Quote of the week

The judgments are replete with the findings of dishonesty and mala fides against Major General Ntlemeza. These were judicial pronouncements. They therefore constitute direct evidence that Major General Ntlemeza lacks the requisite honesty, integrity and conscientiousness to occupy the position of any public office, not to mention an office as more important as that of the National Head of the DPCI, where independence, honesty and integrity are paramount to qualities. Currently no appeal lies against the findings of dishonesty and impropriety made by the Court in the judgments. Accordingly, such serious findings of fact in relation to Major General Ntlemeza, which go directly to Major General Ntlemeza’s trustworthiness, his honesty and integrity, are definitive. Until such findings are appealed against successfully they shall remain as a lapidary against Lieutenant General Ntlemeza.

Mabuse J
Helen Suzman Foundation and Another v Minister of Police and Others
13 April 2007

Bush’s favourite historian

The New Republic has a facinating article on a little-known British historian named Andrew Roberts who was swept into the White House for a three-hour-long hug to discuss his book, A History of the English-Speaking Peoples Since 1900. Roberts was so fawned over by Bush and Cheney that his wife, Susan Gilchrist, told the London Observer, “I thought I had a crush on him, but it’s nothing like the crush President Bush has on him.”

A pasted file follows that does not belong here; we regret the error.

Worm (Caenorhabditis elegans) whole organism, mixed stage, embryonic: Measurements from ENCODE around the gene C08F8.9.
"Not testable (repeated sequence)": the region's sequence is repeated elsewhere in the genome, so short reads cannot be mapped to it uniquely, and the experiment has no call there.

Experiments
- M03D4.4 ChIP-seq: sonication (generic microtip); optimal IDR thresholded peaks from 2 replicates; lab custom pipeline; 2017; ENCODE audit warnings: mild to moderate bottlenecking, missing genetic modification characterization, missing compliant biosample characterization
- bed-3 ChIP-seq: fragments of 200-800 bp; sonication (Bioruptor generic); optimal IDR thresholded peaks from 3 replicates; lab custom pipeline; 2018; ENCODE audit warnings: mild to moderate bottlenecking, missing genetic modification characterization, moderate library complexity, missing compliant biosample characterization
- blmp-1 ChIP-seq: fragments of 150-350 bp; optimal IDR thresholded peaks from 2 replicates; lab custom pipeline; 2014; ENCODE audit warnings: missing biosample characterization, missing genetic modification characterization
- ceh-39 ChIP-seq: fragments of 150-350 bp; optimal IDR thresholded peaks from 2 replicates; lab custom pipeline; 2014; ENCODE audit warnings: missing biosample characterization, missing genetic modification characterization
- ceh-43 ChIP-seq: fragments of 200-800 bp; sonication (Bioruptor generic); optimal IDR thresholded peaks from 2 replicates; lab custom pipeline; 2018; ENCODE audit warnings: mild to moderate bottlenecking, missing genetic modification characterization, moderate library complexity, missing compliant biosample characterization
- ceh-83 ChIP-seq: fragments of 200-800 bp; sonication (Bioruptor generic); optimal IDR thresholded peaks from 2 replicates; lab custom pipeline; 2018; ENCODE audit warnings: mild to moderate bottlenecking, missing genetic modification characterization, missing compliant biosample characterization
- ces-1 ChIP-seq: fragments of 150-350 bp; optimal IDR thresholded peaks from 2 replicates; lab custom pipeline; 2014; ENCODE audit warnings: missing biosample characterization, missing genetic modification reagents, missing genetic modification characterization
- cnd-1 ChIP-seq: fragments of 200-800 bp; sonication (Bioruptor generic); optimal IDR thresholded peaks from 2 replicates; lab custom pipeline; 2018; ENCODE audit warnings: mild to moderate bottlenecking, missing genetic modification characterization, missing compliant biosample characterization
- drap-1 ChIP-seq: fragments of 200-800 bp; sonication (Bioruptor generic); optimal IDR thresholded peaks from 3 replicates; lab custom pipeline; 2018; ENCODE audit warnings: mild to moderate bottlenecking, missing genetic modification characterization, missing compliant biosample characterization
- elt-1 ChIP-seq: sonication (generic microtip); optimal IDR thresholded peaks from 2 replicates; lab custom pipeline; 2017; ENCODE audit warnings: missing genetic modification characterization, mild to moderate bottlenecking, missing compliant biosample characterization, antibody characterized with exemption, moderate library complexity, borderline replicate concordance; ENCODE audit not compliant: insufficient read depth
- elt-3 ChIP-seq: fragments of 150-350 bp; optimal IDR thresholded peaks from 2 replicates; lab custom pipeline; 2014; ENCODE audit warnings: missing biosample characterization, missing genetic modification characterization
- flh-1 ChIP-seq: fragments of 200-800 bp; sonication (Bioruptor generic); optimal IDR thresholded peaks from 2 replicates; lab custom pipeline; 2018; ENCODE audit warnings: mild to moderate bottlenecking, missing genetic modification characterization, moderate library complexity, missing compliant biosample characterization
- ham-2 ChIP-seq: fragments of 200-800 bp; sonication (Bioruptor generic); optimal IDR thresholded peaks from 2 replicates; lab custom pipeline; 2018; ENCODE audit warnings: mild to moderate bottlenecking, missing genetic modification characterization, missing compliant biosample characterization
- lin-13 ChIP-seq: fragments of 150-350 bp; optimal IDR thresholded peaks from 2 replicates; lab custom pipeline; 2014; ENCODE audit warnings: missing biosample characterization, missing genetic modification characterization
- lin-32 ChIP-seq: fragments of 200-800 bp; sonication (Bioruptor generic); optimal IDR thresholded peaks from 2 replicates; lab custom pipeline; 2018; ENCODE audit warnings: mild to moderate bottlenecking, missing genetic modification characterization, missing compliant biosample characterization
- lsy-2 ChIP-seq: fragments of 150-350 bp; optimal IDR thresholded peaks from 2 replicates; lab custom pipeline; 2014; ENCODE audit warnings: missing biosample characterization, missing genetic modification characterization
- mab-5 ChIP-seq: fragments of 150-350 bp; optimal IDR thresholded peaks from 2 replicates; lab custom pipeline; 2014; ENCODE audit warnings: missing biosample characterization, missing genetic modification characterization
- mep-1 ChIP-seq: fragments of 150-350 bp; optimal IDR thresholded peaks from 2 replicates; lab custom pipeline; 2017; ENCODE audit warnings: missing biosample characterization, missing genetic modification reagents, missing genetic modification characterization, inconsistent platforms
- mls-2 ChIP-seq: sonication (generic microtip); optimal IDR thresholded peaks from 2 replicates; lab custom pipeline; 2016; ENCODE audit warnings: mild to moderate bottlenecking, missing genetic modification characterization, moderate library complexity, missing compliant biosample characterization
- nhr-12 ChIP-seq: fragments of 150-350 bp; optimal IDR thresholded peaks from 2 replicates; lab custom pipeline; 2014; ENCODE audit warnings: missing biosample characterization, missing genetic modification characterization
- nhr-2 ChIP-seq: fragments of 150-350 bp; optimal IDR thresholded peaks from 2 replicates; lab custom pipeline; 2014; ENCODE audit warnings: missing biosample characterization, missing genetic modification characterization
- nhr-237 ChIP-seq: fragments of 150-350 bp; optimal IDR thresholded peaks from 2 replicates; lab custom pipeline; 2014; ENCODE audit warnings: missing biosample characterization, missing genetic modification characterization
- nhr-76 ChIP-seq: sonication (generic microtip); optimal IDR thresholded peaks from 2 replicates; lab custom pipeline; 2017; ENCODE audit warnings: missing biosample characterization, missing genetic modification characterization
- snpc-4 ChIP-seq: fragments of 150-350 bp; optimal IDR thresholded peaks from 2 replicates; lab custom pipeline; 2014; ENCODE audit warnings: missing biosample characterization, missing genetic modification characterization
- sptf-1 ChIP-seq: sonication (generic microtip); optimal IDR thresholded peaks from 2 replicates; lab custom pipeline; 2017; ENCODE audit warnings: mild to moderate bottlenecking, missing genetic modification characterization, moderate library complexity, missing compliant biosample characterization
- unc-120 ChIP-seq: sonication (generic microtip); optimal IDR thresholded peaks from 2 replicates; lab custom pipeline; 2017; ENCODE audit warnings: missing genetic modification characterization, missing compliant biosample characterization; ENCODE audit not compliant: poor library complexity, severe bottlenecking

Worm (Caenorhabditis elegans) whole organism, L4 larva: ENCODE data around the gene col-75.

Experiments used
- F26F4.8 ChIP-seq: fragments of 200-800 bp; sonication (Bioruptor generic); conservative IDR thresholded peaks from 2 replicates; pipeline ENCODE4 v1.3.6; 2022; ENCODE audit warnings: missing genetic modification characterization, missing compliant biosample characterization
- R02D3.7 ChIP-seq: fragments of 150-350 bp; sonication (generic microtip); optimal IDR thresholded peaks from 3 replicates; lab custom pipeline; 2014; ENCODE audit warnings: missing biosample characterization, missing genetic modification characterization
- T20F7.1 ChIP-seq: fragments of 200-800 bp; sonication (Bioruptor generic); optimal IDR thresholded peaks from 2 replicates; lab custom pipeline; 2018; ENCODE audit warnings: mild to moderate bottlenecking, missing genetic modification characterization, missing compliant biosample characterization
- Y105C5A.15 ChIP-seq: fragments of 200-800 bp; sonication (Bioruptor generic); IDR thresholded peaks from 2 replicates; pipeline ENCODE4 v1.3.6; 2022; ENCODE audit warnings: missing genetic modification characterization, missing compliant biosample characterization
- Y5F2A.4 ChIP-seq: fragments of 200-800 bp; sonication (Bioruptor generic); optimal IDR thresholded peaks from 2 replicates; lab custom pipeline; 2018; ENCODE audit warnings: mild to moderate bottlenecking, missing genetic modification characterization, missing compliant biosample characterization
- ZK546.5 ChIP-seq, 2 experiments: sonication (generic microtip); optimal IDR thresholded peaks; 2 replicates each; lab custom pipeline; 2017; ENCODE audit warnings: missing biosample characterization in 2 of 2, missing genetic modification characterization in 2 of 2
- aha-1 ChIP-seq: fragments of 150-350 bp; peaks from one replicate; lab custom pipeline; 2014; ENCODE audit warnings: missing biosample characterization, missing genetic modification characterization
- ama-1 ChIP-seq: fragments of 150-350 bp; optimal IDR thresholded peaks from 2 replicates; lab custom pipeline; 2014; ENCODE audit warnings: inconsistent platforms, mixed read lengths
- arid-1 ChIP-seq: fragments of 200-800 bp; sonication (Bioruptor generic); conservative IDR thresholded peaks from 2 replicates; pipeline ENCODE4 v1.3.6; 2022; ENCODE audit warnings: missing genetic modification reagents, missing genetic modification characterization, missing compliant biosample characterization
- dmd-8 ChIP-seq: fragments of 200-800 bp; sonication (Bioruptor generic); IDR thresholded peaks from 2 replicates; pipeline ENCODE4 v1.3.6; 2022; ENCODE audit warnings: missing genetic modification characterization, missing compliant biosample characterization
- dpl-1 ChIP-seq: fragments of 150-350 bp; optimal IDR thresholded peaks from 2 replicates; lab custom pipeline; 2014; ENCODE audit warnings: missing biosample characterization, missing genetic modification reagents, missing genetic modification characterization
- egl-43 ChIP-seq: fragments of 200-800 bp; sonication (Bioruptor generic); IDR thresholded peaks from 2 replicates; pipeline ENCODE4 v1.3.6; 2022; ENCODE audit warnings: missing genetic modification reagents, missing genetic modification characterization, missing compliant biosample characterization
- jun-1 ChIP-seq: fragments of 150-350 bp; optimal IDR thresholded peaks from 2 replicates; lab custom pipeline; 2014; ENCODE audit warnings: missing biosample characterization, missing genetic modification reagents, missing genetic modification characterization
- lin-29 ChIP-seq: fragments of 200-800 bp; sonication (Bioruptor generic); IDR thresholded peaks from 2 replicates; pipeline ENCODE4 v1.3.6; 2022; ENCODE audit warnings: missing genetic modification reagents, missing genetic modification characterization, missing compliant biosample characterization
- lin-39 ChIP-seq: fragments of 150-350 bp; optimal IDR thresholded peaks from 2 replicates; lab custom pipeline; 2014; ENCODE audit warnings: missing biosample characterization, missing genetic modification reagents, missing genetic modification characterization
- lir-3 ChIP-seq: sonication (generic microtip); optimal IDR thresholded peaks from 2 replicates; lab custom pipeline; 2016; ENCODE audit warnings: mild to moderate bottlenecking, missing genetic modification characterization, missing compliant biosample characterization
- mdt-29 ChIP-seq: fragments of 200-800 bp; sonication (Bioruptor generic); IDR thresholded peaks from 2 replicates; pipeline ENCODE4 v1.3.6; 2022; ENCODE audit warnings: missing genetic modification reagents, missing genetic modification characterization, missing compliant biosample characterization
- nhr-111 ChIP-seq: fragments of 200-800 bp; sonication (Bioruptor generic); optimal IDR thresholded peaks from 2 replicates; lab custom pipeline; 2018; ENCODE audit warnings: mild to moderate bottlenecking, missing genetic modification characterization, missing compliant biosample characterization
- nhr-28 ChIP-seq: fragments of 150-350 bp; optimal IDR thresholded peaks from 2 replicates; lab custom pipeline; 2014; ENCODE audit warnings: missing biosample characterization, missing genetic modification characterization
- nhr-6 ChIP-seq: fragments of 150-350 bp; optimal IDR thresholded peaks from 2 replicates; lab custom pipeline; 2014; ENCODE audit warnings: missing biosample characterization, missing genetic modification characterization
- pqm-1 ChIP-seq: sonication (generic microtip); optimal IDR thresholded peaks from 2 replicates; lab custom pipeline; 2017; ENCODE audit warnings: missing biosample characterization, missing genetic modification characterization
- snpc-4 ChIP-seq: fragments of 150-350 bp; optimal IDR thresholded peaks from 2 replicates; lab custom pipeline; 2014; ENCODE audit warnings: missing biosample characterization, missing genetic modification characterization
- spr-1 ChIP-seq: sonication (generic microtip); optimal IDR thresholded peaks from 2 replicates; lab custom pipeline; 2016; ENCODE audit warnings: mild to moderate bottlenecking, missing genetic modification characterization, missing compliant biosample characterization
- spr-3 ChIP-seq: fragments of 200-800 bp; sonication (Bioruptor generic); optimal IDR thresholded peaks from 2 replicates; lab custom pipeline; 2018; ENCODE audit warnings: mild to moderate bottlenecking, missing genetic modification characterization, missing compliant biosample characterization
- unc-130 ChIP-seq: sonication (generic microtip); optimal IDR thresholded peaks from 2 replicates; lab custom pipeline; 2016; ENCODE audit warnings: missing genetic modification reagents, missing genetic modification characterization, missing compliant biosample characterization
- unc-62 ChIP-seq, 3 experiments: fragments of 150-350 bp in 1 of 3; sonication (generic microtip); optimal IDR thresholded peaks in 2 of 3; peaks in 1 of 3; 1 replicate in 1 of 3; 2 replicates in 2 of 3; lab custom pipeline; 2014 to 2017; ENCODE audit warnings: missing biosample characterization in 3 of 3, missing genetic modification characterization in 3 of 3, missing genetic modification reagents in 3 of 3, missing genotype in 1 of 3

It is scary to read that Bush’s favourite historian justifies concentration camps as used during the Anglo Boer war. Money quote:

His [Roberts’s] political hero is Lord Salisbury, the British prime minister who, during the Boer War, constructed concentration camps in South Africa that, a generation later, inspired Hermann Goering. Under Salisbury, the British burned Boer civilians out of their homes and farms and drove them into concentration camps. The result was that about 34,000 people–some 15 percent of the entire Boer population–died in the camps, mainly of disease and starvation.

Roberts presents a very different picture for Bush. Drawing obvious parallels with Iraq, he says the British introduced “regime change” in Pretoria out of a concern “for human rights.” They bravely fought on against an insurgency campaign that led many weak-willed liberals back home to believe the war was lost, until victory was finally achieved. (It wouldn’t be surprising to see him claim the Boers had a stash of WMD.)

In his most radical piece of revisionism, Roberts argues that, far from being a “war crime,” the concentration camps “were set up for the Boers’ protection.” Mike Davis of the University of California, Irvine, author of Late Victorian Holocausts, says bluntly: “This is tantamount to Holocaust-denial. His arguments about the Boer concentration camps are similar to the arguments of the Nazi apologists about those camps.”

Must say, if I had to choose between Zuma or Bush for President of South Africa, I’ll choose Mr Umshiniwam anyday.

SHARE:     
BACK TO TOP
2015 Constitutionally Speaking | website created by Idea in a Forest